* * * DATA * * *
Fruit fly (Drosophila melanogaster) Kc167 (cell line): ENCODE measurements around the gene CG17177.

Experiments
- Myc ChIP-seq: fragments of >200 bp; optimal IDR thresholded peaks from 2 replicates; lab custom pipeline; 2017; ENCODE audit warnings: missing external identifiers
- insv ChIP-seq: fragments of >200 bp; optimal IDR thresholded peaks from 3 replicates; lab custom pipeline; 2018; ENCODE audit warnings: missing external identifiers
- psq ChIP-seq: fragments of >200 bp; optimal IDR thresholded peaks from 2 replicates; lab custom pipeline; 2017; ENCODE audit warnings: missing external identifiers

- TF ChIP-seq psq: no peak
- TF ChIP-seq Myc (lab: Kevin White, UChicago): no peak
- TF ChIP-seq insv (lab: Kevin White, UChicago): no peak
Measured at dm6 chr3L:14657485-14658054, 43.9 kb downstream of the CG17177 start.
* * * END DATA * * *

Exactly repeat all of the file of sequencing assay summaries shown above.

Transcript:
Fruit fly (Drosophila melanogaster) Kc167 (cell line): ENCODE measurements around the gene CG17177.

Experiments
- Myc ChIP-seq: fragments of >200 bp; optimal IDR thresholded peaks from 2 replicates; lab custom pipeline; 2017; ENCODE audit warnings: missing external identifiers
- insv ChIP-seq: fragments of >200 bp; optimal IDR thresholded peaks from 3 replicates; lab custom pipeline; 2018; ENCODE audit warnings: missing external identifiers
- psq ChIP-seq: fragments of >200 bp; optimal IDR thresholded peaks from 2 replicates; lab custom pipeline; 2017; ENCODE audit warnings: missing external identifiers

- TF ChIP-seq psq: no peak
- TF ChIP-seq Myc (lab: Kevin White, UChicago): no peak
- TF ChIP-seq insv (lab: Kevin White, UChicago): no peak
Measured at dm6 chr3L:14657485-14658054, 43.9 kb downstream of the CG17177 start.